Time Inc. Takes Life Magazine Online Only

If you need more proof that readers are drifting away from traditional print magazines and newspapers in favor of online media, you need look no further than Time, Inc. which accounted today it is ceasing publication of the much-celebrated, iconic photojournalism magazine Life in favor of an online-only offering.

Life has been through many incarnations since 1936, when Henry Luce (who’d previously launched Time and Fortune) bought the title from previous owners in order to establish a photojournalism magazine. The title started out as a weekly in the midst of the Great Depression, met with phenomenal success, although rising costs and low newsstand sales eventually shut down in 1972. Although the title at times eschewed world affairs in favor of feel-good pieces and celebrity features, at times it did a remarkable job of capturing moments of American history and consistently featured brilliant photography, including enduring images and portraits from Alfred Eisenstaedt, whose photographs graced on 87 Life covers.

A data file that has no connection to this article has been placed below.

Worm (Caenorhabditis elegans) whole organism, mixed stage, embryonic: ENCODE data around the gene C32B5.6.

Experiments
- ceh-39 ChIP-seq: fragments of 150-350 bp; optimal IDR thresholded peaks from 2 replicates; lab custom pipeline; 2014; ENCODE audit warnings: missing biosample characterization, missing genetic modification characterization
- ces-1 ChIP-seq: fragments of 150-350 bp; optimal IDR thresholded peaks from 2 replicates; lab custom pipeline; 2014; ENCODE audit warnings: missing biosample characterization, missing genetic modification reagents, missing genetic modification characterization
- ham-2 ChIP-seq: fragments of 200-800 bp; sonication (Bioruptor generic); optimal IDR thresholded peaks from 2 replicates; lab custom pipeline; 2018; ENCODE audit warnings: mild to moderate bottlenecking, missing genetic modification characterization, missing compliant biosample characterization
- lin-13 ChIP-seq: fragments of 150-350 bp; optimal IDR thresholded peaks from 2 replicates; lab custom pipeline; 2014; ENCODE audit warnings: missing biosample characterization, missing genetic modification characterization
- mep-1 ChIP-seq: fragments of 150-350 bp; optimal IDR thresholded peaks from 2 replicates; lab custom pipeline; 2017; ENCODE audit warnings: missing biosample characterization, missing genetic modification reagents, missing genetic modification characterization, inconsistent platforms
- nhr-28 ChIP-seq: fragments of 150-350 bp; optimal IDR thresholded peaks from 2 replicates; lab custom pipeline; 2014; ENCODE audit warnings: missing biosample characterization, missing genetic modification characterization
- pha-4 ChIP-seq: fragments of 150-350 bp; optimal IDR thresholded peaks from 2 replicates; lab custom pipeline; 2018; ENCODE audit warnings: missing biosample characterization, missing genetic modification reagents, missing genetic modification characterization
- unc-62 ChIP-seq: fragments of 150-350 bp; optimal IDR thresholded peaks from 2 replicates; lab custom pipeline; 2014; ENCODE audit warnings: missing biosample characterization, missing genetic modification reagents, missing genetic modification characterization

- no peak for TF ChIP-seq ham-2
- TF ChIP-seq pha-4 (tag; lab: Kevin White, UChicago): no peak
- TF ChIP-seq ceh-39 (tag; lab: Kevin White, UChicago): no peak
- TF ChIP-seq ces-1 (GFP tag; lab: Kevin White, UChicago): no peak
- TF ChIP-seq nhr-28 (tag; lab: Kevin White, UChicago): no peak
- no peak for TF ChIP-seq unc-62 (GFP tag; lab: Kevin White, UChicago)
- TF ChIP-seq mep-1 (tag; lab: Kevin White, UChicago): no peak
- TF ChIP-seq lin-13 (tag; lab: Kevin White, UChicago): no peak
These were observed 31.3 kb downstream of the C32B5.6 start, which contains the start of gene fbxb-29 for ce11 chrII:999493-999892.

In 1978, Time resurrected Life magazine as a monthly publication focussing on general interest stories and news, and the magazine struggled until another shutdown in March, 2000. Following the AOl-Time Warner merger, special issues of Life began to appear in special newstand issues, and in October 2004 the magazine was revived again at as a free supplement in U.S. newspapers. However, competing with Parade and USA Weekend was apparently too much for the old title; Time Inc. chief executive Anne Moore noted: “The market has moved dramatically since October 2004, and it is no longer appropriate to continue publication of Life as a newspaper supplement.”

The last issue of Life—at least in its current print incarnation—will be published April 20, 2007, after which it will convert to an online-only property under a reduced staff. Time says it plans to make Life’s entire collection of over 10 million images available online—most of those images were never published in print editions, and haven’t been released to the public.